Amy Studt plus special guest Adam from Fat White Family As ‘One Man Destruction Show’
Thursday 23rd July 2015
The Islington, Islington, London United Kingdom
How’s this for a setlist, readers? Violently / SleepWalker / Overdose / Trouble’s Coming In / Different Colour Pills / Let The Music Play / Suffocated Life / I Was Jesus In Your veins…angsty enough for you?
The great songwriting artist that is Amy Studt returns to the stage with new material and some associates and it’s soon clear that again she has moved into new territory and with an ambience that is at times quite stark and unsettling. Her last full album ‘Paper Made Men’ had a lot of memorable songs and there were some fulfilling promotional shows at that time. A few years on and whatever has happened to her in the interim has darkened her song output considerably.
Of course, it’s brilliantly done. Alone at the electric piano for the first number, Studt almost seems like a school teacher arriving to take a class, composed and solemn. As the show progresses, Amy is joined by another female vocalist and a female singer/electric guitarist plus a percussionist who appears to have appeared by a time machine from a Monkees TV show set but plays with cool precision and with a dynamic sense of what each piece needs. Studt does not play guitar tonight but her colleague has an eerie line in Twin Peaks/Duane Eddy gone icy single note figures and gentle arpeggio chords . The vocal harmonies are well-rehearsed and effective ; Studt herself sometimes switches suddenly from a plaintive vocal delivery to a strident but still tuneful howl, not unlike Bjork in sound and impact. One song is about a girl that Amy used to hang with and sounds wistful – ‘ planning for weeks and months to make this dream come true’..and ‘Trouble Is Coming In’ conjures up a chilling ‘Wicker Man’ vibe, solemn drumbeat and all. The single ‘Different Colour Pills’ is an anguish-ridden piece, very Kate Bush at her most saturnine. A faster tempo is employed for ‘Suffocated’. Then ‘I was Jesus..’ has two guitars and a disembodied fast rap passage or two. It’s striking and clearly heartfelt.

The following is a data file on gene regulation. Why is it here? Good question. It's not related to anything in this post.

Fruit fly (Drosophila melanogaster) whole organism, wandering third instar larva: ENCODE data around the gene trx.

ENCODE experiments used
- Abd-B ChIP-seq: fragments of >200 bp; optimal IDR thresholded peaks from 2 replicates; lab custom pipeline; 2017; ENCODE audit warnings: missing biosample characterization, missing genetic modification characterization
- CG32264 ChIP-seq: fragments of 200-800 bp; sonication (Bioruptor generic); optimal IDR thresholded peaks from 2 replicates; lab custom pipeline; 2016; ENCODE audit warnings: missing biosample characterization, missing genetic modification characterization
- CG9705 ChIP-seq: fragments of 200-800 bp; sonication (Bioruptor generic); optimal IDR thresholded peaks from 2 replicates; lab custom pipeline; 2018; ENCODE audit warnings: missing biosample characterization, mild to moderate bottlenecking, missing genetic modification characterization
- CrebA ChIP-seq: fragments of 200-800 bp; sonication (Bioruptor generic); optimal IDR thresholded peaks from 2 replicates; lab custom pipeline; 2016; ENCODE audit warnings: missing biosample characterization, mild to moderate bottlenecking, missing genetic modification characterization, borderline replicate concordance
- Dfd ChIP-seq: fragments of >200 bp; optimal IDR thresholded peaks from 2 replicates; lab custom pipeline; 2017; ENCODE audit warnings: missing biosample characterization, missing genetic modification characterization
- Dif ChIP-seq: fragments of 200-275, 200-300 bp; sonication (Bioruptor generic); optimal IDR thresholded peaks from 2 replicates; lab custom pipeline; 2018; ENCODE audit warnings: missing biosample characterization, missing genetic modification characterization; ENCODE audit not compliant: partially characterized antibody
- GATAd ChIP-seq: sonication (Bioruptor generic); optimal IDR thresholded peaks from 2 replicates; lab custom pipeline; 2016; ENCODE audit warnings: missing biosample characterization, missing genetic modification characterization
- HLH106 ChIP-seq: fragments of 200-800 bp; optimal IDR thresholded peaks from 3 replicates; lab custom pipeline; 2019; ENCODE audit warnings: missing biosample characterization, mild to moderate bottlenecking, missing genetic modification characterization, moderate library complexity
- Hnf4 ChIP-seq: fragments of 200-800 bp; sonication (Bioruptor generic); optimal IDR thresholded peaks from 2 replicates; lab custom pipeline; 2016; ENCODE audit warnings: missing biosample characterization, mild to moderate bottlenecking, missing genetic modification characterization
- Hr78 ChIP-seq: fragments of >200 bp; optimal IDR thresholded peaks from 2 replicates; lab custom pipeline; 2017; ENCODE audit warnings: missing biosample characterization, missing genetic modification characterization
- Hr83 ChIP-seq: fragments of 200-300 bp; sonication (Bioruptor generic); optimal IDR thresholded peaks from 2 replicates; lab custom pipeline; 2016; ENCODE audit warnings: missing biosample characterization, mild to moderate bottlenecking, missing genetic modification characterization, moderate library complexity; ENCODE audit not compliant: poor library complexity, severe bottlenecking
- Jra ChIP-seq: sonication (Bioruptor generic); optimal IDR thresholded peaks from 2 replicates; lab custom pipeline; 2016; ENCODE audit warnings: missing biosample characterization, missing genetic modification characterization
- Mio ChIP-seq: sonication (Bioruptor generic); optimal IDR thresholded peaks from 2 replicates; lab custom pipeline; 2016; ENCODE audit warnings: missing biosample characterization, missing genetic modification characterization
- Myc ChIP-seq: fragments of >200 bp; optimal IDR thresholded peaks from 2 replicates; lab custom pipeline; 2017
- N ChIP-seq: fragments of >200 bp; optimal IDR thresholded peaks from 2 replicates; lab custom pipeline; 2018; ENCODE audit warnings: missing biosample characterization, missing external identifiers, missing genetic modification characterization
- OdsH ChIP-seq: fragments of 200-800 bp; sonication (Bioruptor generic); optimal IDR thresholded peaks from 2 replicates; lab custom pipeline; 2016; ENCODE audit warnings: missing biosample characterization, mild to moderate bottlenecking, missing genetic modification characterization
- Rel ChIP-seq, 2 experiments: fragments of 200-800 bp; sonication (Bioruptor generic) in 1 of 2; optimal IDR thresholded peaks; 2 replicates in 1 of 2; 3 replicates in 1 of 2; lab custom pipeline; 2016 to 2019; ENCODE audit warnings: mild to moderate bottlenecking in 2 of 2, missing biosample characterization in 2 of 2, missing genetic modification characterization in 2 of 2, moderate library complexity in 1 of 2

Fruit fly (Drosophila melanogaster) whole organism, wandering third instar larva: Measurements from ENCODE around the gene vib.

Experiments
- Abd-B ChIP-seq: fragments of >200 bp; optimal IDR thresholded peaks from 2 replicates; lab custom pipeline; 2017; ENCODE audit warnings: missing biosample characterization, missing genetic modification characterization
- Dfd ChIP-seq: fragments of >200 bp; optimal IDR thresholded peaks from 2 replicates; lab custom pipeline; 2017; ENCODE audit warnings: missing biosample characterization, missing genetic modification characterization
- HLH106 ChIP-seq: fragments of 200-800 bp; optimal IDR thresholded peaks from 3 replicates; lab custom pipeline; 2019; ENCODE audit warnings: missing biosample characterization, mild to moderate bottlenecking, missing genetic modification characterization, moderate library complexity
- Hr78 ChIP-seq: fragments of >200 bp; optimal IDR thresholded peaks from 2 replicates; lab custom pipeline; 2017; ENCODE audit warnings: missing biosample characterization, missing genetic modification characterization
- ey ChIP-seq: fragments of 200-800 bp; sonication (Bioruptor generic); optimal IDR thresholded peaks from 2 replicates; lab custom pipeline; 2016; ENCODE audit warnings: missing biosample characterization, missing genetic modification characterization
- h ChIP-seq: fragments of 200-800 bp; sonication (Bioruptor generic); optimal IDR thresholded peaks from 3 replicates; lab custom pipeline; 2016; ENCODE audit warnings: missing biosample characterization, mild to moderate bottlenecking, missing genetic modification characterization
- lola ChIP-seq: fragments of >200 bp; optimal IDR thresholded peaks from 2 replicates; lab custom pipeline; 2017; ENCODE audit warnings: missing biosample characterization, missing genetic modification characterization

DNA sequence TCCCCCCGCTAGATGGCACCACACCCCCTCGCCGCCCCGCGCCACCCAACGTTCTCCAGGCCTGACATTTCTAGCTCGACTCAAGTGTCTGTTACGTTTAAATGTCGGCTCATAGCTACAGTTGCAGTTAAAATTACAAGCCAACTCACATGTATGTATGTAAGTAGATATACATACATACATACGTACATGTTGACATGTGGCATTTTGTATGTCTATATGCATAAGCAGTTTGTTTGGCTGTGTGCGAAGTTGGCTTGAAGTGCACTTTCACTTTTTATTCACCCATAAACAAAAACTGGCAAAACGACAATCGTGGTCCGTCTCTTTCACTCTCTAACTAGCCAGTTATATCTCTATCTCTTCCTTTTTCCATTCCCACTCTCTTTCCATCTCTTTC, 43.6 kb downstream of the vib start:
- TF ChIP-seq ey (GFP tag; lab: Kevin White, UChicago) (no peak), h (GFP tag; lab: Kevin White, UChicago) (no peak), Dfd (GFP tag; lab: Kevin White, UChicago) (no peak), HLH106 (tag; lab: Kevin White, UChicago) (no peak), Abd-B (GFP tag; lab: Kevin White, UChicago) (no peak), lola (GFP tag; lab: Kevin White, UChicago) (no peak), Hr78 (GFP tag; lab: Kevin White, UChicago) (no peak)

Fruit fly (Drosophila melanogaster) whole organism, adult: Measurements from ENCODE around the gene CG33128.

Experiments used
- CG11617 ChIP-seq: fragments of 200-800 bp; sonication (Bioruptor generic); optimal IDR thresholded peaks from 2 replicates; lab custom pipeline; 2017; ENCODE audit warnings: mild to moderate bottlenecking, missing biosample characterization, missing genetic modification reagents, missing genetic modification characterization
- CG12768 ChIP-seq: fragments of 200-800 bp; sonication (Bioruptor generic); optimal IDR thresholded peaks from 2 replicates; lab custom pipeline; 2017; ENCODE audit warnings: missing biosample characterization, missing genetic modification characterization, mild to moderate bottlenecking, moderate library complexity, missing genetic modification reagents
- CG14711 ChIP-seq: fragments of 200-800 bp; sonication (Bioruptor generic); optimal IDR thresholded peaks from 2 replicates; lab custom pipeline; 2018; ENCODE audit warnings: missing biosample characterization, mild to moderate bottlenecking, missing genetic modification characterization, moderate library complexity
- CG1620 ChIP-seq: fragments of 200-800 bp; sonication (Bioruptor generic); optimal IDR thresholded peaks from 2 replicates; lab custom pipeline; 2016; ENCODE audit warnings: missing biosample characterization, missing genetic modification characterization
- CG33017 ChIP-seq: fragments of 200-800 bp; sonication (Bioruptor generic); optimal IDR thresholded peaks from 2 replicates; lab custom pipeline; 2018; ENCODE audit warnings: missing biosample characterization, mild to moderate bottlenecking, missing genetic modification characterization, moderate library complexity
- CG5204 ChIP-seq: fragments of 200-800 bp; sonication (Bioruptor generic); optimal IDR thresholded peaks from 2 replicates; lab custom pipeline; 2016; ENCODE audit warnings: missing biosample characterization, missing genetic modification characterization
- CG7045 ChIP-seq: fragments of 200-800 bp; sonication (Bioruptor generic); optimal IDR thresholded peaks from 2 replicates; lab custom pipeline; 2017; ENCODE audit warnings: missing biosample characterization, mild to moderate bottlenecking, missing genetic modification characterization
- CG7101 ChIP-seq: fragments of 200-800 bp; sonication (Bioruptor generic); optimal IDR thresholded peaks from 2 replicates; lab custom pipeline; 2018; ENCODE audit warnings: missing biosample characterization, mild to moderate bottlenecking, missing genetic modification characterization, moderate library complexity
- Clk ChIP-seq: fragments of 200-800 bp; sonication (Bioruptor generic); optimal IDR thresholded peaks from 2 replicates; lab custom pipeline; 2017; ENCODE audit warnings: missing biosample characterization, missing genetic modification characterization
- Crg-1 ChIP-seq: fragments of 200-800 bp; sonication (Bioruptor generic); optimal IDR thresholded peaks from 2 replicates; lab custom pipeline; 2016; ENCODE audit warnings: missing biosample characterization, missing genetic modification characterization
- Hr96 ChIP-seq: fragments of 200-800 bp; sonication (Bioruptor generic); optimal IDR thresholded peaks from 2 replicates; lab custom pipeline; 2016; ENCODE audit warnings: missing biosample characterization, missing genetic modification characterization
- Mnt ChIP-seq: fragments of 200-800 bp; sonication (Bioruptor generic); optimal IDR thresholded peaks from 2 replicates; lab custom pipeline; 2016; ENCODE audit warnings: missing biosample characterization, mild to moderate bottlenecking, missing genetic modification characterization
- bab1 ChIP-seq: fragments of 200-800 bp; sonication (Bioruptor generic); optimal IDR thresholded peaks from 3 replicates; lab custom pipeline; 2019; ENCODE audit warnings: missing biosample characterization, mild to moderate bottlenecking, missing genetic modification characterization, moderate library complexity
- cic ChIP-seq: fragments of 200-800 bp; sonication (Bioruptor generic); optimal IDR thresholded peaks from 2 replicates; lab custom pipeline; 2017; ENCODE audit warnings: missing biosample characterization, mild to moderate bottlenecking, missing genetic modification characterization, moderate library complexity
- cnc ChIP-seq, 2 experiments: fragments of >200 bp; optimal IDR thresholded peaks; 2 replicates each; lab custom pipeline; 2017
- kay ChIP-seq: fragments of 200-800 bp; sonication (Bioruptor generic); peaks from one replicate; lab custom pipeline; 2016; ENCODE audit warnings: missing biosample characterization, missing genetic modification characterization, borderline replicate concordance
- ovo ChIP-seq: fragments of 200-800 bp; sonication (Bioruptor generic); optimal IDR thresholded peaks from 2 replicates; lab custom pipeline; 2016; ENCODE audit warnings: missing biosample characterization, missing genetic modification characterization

So four people – not one of whom looked relaxed – with a well-drilled set of somewhat dour songs, fine harmonies and many beautiful moments, but how will this appeal to new listeners ? It’s hard to tell at this point…and though Studt is never going to grab a tambourine and lead us all in a singalong of ‘500 Miles’, a few lighter moments in a set sure would benefit the more dramatic selections. Also, I don’t care if this sounds Old School but you should never ever leave a stage without naming and thanking your fellow players..it’s basic politeness. BTW Mr Studt, Amy’s father is there and a lovely chap he is, I remember meeting him at the Ginglik show. We spoke briefly tonight and he seemed proud, so he should be with a truly creative performer in the family
An EP is promised for October and a full album for 2016. I am looking forward to that.
In passing the show was opened by Adam presenting what he called his ‘One Man Destruction Show’. In cowboy hat and bashing a guitar with some occasional reedy
harmonica, no number was safe. Our man thrashed his way through his own material and a Cramps tune, but always disregarding the tune. Chuck Berry would never have recognised ‘You Never Can Tell’, all melody discarded as this toe-tapping jukebox classic turned toe-curler, the spirit of old-time out-there tune destroyer The Legendary Stardust Cowboy evoked every few bars. (YouTube the Cowboy, unbelievers)
For more information visit: http://www.amystudt.com/
(Thanks Cat and thanks Amy for doing a 20 Questions for us. These will be published soon)